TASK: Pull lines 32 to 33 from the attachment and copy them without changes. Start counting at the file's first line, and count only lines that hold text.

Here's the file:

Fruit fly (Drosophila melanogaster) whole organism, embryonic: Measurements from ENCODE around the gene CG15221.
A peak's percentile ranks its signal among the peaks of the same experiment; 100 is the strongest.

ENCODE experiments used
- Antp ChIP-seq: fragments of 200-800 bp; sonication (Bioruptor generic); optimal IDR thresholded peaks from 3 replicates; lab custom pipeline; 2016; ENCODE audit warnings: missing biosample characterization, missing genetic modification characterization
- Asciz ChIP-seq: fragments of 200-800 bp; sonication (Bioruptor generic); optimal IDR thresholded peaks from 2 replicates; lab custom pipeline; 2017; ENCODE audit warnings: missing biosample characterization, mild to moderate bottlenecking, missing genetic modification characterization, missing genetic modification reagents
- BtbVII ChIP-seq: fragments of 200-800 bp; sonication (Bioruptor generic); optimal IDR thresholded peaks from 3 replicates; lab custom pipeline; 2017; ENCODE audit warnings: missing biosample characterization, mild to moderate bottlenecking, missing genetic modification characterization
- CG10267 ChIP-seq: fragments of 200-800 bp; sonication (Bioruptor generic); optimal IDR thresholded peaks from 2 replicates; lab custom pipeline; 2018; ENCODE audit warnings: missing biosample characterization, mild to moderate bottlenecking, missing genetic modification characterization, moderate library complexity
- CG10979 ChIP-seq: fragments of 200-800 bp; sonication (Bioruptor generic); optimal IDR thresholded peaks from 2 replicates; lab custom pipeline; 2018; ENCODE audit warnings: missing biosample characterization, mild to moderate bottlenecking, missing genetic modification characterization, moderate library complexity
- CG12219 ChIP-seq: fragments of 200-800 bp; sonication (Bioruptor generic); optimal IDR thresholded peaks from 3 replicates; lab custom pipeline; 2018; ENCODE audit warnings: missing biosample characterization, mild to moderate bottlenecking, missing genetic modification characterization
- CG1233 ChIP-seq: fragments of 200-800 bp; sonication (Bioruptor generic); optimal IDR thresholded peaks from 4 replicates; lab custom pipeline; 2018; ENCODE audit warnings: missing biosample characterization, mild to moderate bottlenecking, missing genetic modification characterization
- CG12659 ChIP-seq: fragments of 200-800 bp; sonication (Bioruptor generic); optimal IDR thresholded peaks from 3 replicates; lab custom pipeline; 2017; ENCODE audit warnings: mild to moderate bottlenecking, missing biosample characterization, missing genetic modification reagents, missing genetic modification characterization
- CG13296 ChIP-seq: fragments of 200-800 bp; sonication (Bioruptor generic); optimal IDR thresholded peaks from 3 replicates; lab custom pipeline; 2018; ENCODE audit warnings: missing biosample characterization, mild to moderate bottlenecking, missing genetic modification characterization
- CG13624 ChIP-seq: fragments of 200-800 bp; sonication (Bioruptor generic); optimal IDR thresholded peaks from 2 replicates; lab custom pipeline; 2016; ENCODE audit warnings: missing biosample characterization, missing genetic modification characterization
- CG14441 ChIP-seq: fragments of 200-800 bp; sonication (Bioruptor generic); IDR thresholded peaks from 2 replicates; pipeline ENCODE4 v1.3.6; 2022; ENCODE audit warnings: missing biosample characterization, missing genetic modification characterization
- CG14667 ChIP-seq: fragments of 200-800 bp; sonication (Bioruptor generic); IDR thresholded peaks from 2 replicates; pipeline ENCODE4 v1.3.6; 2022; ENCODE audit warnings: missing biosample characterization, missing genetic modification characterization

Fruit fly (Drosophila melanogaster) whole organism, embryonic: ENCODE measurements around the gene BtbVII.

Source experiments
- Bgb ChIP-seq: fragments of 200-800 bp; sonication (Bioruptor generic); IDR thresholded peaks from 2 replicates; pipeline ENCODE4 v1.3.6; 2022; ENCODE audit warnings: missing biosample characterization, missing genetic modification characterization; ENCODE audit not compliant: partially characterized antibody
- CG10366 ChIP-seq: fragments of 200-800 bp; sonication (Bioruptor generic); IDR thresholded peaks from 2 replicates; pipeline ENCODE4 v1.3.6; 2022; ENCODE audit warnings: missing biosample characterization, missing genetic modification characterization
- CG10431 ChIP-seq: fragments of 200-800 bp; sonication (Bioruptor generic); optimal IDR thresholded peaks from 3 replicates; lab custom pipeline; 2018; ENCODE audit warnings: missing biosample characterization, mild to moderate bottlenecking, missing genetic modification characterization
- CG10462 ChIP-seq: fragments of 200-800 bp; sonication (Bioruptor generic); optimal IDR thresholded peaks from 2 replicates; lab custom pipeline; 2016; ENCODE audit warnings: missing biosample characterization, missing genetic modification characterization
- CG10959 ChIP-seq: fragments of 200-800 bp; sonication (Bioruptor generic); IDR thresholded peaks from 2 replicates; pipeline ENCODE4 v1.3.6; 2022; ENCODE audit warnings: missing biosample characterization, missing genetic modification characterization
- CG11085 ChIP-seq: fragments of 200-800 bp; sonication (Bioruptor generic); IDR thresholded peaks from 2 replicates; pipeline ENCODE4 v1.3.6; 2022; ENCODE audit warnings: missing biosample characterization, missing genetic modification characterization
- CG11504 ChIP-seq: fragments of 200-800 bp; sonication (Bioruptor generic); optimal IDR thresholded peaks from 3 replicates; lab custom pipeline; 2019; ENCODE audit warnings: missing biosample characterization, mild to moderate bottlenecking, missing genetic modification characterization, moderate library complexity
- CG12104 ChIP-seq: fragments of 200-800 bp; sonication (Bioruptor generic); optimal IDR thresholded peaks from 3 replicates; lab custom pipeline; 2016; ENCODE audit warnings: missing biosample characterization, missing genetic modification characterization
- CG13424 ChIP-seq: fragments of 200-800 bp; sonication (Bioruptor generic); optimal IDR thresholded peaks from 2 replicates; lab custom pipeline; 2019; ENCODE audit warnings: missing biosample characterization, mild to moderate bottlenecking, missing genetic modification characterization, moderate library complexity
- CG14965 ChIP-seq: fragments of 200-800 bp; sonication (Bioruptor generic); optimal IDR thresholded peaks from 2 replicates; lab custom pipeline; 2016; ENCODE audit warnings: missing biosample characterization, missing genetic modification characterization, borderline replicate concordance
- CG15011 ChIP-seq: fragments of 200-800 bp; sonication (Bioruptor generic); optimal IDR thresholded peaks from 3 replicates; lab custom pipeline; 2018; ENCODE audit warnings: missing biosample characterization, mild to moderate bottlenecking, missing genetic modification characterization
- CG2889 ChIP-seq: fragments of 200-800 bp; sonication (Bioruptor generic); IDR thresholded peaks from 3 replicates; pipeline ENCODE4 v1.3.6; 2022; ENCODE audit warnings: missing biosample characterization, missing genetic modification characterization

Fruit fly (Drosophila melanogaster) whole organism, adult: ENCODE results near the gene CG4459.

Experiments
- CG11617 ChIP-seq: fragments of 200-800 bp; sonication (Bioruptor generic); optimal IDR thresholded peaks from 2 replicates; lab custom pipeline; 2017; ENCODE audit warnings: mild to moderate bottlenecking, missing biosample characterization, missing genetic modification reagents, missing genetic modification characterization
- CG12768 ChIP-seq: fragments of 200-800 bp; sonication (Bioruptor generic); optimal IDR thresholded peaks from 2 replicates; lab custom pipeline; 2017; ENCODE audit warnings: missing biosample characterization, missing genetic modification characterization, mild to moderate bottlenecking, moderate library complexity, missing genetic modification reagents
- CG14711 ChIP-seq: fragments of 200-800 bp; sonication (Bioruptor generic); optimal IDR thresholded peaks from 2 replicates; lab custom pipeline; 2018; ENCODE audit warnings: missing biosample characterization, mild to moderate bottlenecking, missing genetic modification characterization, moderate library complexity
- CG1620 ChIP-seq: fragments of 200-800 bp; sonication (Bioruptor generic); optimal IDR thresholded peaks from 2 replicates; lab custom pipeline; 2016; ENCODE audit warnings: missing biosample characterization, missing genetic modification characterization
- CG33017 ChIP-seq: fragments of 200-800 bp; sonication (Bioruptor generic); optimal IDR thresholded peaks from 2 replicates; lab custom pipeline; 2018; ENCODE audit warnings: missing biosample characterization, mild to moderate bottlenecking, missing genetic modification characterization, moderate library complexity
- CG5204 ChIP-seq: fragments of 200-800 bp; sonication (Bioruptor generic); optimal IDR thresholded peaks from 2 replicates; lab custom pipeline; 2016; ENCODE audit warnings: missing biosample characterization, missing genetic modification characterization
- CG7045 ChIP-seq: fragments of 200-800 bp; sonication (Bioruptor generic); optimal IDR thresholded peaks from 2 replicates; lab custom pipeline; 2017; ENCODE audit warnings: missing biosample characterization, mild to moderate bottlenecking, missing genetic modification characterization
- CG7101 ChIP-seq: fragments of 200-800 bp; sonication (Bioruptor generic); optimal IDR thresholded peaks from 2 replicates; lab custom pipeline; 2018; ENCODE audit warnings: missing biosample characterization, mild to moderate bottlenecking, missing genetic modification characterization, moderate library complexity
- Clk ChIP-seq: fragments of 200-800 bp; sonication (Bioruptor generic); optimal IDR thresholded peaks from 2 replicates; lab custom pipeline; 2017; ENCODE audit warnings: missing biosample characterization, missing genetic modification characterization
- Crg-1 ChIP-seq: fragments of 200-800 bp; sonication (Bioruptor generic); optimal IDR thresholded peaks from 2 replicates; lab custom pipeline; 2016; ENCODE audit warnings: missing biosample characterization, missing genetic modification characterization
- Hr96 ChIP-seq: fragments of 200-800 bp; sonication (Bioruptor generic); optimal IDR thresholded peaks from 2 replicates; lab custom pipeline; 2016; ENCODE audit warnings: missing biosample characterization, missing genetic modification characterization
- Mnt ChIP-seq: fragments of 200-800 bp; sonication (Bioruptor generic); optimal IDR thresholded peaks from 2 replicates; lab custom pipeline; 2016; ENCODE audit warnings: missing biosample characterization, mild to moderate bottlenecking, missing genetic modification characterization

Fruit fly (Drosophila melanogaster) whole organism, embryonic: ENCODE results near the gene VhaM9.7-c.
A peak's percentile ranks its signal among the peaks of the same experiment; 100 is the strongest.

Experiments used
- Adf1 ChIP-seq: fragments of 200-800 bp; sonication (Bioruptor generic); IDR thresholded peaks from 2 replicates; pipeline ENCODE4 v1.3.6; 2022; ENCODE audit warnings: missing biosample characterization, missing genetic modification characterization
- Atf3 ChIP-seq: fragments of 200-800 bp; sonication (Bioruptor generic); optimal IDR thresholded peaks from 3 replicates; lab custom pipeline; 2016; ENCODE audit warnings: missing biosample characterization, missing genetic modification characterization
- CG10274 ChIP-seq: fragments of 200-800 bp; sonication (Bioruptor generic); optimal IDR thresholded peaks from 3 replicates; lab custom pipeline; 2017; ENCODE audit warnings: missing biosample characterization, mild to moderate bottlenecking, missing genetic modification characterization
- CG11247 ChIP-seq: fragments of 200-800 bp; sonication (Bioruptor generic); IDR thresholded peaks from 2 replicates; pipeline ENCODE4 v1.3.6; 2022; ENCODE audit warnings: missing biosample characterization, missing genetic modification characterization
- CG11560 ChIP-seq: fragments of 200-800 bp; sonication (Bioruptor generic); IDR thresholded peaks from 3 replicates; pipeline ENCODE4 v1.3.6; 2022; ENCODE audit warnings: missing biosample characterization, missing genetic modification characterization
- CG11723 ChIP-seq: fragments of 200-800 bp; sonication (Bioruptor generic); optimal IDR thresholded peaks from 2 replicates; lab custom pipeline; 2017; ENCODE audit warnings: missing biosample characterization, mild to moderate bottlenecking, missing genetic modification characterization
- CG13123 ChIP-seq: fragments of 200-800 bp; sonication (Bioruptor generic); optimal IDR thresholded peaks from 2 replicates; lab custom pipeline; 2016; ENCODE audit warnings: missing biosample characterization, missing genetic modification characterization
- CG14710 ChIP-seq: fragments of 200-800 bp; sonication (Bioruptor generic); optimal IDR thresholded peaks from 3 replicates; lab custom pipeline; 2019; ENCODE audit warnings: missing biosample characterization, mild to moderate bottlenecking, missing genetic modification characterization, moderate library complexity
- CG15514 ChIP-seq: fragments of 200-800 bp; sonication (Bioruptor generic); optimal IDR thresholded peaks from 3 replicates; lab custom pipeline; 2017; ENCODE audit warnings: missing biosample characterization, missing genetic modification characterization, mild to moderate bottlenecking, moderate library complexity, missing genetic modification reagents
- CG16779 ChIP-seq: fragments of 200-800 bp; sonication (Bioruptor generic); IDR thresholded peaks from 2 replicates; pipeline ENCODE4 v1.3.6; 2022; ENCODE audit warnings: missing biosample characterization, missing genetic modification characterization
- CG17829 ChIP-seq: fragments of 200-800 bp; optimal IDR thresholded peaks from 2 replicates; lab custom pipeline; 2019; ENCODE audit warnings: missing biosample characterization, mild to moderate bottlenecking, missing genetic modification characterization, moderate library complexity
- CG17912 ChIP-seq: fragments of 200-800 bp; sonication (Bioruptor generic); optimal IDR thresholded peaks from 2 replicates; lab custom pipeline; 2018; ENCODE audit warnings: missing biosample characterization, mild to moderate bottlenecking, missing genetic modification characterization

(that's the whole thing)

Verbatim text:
- CG11617 ChIP-seq: fragments of 200-800 bp; sonication (Bioruptor generic); optimal IDR thresholded peaks from 2 replicates; lab custom pipeline; 2017; ENCODE audit warnings: mild to moderate bottlenecking, missing biosample characterization, missing genetic modification reagents, missing genetic modification characterization
- CG12768 ChIP-seq: fragments of 200-800 bp; sonication (Bioruptor generic); optimal IDR thresholded peaks from 2 replicates; lab custom pipeline; 2017; ENCODE audit warnings: missing biosample characterization, missing genetic modification characterization, mild to moderate bottlenecking, moderate library complexity, missing genetic modification reagents